Creative Print 2020

Frida Kahlo: Flower of Flames

Written by Rachel McCrossin
Graphic by Ana Isaacs

This piece was originally published in ‘Pleasure and Danger’, Bossy’s 2020 print edition.

From Gold Dust to Ash: Frida Kahlo was buried in a toad-shaped urn, wrapped in a red cloth.

Right at the centre you have the blood.
Oozing blood, all from this central point.

It’s more like an invisible dot, but it lies there,
and from it, trickles of blood seep to the edges of the canvas. That is the undercoat,
the base for my story,
my painting,
that oozing blood.

The pigments of Mexico are the browns and yellows, the greens, the bursts of colour.
You look at the shrubs and trees around you,
acacias and desert lavender,

Brazilian pepper trees gone wild,
yet a mass that is green.

But then you inspect, you look closer,
and all the shades separate from one another. Notice that it is not one but many
in an unabridged landscape.
This is like the human, too.

The blood.
The pigments separate in front of your eyes, as you look closer. Blood is pain but also life,
damage but also strength.
When you look at blood, you look at yourself.

What better way to observe – to engross – than to gush it to canvas.

My scene begins with red. Flowers.
The flowers that my mother used to thread through my hair on Coyoacán.
The red of the flowers that my husband bought me on our first date.
The red of the flowers I trampled underfoot when I found he had slept with my sister; the sister who shared those very roses, threaded through her own hair.
The red of the blood that had bonded my sister and me,
and then the blood that spilt to the floor in my murderous daydream.

The red of the paint that I would smear across the canvas,
the colour so strong it was as if it were the very same as blood. The very same of Diego, my sister, my broken self.

I began to paint, to spill my seeping blood. An assurance of anatomical self-respect –

Then I fell in love with Diego.
Diego needed somewhere to put his blood too,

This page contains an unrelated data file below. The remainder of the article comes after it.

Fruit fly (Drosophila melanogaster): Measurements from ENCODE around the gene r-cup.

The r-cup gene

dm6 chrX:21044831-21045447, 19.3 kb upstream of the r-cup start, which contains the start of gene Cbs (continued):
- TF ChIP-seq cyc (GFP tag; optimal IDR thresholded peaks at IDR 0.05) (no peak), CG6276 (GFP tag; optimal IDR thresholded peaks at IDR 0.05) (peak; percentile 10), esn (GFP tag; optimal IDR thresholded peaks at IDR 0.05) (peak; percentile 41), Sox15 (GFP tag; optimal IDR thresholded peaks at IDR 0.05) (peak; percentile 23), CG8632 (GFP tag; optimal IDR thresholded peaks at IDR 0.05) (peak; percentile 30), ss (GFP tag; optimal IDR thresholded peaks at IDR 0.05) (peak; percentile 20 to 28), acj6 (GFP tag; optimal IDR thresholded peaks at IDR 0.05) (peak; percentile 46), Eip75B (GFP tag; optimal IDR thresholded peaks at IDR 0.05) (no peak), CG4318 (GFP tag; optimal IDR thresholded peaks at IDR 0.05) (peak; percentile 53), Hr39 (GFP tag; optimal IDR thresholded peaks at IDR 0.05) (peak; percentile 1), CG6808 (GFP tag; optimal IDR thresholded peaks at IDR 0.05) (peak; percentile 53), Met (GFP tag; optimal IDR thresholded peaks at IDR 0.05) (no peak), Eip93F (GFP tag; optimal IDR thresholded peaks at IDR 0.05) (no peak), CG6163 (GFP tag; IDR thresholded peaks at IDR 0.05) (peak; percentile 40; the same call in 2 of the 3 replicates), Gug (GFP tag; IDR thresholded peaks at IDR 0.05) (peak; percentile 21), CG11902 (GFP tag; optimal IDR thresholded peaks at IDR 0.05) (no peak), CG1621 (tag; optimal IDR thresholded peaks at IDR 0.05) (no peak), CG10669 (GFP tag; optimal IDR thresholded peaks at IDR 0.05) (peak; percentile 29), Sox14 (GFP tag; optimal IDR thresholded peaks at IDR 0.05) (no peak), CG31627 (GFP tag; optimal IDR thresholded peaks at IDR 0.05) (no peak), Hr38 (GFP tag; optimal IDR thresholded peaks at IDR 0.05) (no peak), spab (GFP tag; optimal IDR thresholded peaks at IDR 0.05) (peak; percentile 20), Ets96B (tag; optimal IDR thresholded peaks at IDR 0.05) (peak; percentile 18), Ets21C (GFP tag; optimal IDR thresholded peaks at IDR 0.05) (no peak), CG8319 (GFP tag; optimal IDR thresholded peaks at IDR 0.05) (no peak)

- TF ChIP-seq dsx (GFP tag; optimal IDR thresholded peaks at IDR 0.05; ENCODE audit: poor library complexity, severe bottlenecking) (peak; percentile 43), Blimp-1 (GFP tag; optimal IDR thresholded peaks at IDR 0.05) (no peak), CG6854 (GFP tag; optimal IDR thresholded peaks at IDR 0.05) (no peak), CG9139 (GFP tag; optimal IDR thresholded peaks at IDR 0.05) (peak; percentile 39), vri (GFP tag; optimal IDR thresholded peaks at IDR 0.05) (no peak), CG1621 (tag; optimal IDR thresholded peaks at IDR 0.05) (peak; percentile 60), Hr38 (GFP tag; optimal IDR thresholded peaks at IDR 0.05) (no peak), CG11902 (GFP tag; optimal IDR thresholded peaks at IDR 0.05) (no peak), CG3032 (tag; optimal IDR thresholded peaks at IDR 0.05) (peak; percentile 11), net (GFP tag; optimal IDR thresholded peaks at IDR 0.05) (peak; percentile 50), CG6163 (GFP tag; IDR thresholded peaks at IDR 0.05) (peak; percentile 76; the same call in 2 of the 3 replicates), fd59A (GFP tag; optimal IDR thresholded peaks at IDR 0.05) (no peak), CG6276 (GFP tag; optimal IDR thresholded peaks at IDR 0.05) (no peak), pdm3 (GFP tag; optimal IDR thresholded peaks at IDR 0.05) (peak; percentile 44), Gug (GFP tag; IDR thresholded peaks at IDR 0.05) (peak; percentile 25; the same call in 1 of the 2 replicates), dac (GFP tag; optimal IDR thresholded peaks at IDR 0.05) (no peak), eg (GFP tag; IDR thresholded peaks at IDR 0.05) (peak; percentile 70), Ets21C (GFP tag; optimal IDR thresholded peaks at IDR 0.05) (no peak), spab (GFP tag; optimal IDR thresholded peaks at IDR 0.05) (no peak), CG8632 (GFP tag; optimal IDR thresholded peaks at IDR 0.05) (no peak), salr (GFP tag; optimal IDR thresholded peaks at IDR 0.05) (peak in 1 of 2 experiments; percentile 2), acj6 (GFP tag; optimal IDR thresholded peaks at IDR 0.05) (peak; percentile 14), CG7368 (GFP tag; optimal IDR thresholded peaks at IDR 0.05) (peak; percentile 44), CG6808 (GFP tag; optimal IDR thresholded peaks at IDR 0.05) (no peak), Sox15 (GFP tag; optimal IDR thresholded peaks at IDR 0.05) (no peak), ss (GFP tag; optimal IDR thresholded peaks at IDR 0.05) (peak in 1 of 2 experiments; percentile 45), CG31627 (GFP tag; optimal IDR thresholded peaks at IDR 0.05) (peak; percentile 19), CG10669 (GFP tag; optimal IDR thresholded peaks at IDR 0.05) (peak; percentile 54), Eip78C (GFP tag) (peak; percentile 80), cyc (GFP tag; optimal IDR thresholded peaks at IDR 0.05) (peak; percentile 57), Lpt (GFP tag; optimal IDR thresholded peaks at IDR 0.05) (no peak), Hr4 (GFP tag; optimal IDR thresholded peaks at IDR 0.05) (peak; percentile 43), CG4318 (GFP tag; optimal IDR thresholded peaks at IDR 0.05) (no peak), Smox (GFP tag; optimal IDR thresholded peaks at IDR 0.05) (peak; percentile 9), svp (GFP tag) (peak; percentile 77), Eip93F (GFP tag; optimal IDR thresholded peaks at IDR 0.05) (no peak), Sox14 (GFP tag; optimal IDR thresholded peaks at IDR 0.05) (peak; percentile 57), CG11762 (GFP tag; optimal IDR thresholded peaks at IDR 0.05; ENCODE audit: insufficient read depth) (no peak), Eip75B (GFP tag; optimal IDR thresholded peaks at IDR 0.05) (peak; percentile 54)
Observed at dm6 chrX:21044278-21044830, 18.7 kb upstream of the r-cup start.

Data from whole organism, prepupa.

and we both poured it onto the canvas hand in hand. Soul to soul,
blood to blood.

Overripe, ripened to where the flesh starts to melt into itself. A wrinkled prune that sits idly in the sun,
reminiscent of its potential to become sweet ruby wine.

Hounds surrounded by wisps of fire enter – reporters, photographers.
The wolves encircling us,
imaginative! Maybe not intelligent with their words but imaginative,

I will grant them that. Their words are squeals, yelps,
cries for help

They howl, they yell,
they bite.
My blood oozes from my ankle. Or is it my wrist?
My leg.
My ovaries.

Wife of the mural master painter, Señora Diego Rivera
put into black and white print. But where is my colour?

He creates, I dabble!

Dabble in pain.
But what do they know?
They do not know that my whole flesh, blood, soul is in this. My blood is the paint spread on this canvas,
and I do not call that ‘dabble’,
although I do not know those words as well as they do.

They are better at it in Mexico – than the big America.
I do not dabble in Mexico,
I paint in Mexico.

My home, my colours.

Is this where my scene ends?
The blood in me and out of me,
my only fruit on the canvas, the seed unshrouded –

It ends in Apocalyptic Chaos. Transfiguration, transportation, and the heavens open
visions of sky, pink-light bathed. Sky and sun, simultaneous Green Winged Creature floats, a trail of blood left behind.

Me? Devil or angel?
Its legs blackened and dragging
the death that was mocked but feared

fought against but longed for my own departure.

I have faced death before this moment.
This just happens to be the last time that I do.

I hope my flowers will be beautiful when I’m gone,
I hope these flowers will give love to me as I did them. I do not care what they do with me,
as long as I am gone. Beautiful.
Not what one can see as beauty
but the beauty of feeling. Tenderness, warmth, emotion. Adorn me with flowers –

My bed is on fire as I lie waiting.
My soul is aflame.
I hope the leaving is joyful, and I hope never to return –

“As Frida Kahlo’s corpse entered the crematorium furnace, the heat forced it to sit up. Head ablaze, she faced the mourners.” – Unknown Paper in Mexico

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